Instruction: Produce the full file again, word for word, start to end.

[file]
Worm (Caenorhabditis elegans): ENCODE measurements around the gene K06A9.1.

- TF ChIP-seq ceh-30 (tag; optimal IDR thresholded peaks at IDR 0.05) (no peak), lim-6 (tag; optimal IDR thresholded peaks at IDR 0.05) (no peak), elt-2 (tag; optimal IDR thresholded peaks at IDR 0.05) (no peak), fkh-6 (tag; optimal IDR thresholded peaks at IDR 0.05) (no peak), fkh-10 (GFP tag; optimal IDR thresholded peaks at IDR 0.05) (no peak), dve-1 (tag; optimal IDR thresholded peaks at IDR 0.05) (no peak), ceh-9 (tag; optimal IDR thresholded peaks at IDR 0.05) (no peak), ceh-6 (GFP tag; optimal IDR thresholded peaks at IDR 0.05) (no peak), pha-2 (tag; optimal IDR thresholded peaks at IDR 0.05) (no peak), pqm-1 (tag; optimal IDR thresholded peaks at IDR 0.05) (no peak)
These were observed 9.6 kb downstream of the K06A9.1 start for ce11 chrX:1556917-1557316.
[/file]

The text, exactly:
Worm (Caenorhabditis elegans): ENCODE measurements around the gene K06A9.1.

- TF ChIP-seq ceh-30 (tag; optimal IDR thresholded peaks at IDR 0.05) (no peak), lim-6 (tag; optimal IDR thresholded peaks at IDR 0.05) (no peak), elt-2 (tag; optimal IDR thresholded peaks at IDR 0.05) (no peak), fkh-6 (tag; optimal IDR thresholded peaks at IDR 0.05) (no peak), fkh-10 (GFP tag; optimal IDR thresholded peaks at IDR 0.05) (no peak), dve-1 (tag; optimal IDR thresholded peaks at IDR 0.05) (no peak), ceh-9 (tag; optimal IDR thresholded peaks at IDR 0.05) (no peak), ceh-6 (GFP tag; optimal IDR thresholded peaks at IDR 0.05) (no peak), pha-2 (tag; optimal IDR thresholded peaks at IDR 0.05) (no peak), pqm-1 (tag; optimal IDR thresholded peaks at IDR 0.05) (no peak)
These were observed 9.6 kb downstream of the K06A9.1 start for ce11 chrX:1556917-1557316.